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Sustainable Development Report for the year ended 30 September 2012

03/People, Planet, Profit

people:
(noun) group of individuals living and working together;
linked to each other by common needs, challenges and interests

Health

Our context

Promoting the safety, health and wellbeing of employees and their families, contractors and the communities in which we operate underpins our vision and strategy, and is aimed at improving their quality of life. A healthier workforce is also clearly an advantage to our business: employees who are fit to work at their full potential will report fewer absences owing to sickness or ill health.

Our health programmes address the regulatory components of occupational illnesses and their management and reporting, as well as public health issues, namely HIV/AIDS and TB. Results from recent community voluntary counseling and testing (VCT) have indicated 20% of HIV tests were positive within the GLC.

We have to understand what affects employee health, particularly when this is related to work attendance or performance, and have undertaken research on this matter over the past two years. It was established that a combination of internal and external factors cause absenteeism, including family problems, work stress and health issues. We are working towards understanding how these all affect each other and are addressing them holistically. Since our employees are an integral part of the communities, we commissioned a further study on the health status of the communities in the GLC.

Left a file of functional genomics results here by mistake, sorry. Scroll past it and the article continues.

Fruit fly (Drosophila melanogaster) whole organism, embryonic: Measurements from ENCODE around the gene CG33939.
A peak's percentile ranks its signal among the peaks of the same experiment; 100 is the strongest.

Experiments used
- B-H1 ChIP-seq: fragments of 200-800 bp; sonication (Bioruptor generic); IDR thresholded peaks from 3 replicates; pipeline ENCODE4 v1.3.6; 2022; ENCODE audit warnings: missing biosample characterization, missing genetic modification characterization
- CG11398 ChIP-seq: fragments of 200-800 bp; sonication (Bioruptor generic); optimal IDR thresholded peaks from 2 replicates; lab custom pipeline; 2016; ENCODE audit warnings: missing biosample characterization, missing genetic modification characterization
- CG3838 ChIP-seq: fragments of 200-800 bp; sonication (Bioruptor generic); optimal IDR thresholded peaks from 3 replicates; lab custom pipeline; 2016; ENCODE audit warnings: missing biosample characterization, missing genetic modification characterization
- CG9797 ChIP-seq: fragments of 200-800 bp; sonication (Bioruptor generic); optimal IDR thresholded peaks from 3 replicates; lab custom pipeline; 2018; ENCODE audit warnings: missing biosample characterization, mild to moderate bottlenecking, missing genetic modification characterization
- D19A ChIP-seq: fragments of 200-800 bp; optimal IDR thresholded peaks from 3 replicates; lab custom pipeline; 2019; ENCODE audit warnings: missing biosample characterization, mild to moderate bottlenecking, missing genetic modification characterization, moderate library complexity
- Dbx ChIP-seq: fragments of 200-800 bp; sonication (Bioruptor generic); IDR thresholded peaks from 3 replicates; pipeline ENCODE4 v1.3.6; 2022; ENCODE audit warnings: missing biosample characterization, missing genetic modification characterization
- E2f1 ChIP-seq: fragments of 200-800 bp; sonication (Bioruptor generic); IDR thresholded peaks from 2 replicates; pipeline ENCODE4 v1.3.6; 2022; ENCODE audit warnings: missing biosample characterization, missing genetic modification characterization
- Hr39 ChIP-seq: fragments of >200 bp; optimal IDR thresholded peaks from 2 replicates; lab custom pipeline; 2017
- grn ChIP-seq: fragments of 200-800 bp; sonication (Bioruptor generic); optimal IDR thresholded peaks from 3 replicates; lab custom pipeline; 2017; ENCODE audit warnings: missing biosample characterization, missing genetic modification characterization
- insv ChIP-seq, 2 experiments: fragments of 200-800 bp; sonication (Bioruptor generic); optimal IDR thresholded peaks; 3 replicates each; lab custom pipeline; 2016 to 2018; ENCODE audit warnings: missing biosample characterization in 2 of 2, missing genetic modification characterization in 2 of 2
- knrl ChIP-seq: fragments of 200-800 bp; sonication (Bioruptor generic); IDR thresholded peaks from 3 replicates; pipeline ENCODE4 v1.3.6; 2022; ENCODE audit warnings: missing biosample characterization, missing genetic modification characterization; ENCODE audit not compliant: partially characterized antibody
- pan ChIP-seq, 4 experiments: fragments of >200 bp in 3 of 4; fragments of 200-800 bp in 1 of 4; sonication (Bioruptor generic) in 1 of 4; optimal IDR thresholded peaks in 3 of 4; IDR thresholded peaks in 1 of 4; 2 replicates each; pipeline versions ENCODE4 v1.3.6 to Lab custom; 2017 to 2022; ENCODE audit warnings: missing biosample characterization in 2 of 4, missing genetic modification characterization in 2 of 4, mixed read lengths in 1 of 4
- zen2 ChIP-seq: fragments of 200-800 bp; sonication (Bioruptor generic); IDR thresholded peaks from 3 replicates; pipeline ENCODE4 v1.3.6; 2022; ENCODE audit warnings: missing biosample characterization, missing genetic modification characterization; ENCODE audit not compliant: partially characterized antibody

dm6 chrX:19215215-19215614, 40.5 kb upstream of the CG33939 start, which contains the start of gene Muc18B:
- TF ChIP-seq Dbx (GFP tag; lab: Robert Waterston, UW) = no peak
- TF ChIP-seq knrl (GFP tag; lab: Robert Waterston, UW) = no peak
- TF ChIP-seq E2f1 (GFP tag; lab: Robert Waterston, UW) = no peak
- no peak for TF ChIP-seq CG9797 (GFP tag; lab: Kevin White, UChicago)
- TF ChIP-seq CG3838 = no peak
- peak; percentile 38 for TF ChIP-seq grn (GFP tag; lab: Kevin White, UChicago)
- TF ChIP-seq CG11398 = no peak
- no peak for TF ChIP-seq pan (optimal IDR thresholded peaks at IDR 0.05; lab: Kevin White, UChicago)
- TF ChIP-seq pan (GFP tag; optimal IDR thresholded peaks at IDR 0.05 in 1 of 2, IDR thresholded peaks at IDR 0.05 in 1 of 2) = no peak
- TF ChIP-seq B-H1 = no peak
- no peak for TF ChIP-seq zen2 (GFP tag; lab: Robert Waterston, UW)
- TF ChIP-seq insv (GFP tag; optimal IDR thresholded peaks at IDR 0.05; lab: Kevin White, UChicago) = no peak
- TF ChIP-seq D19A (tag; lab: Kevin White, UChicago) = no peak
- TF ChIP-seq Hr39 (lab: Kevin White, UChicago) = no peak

GLC health survey

CASE STUDY: GLC health survey

In 2006, we commissioned research on the health status of the GLC. The survey gave us an accurate understanding of the impact of Lonmin’s activities on the community, and formed the basis of our Community Health Programme. Five years later, we commissioned a review of the survey. Read case study

Our Workplace Health Programmes are aligned with our goal of causing zero harm to people and include not only management and treatment programmes but also prevention programmes. In addition to occupational healthcare, we offer employees (and registered dependants) comprehensive healthcare through our medical services unit, delivering cost-effective quality healthcare and a comprehensive workplace disease management programme. We understand that the promotion of employee safety and health entails an integrated approach involving all stakeholders. We also recognise that our employees live in the communities surrounding our operations and acknowledge that we have a responsibility to design and implement sustainable community health projects - see Partnering with our communities: Community health.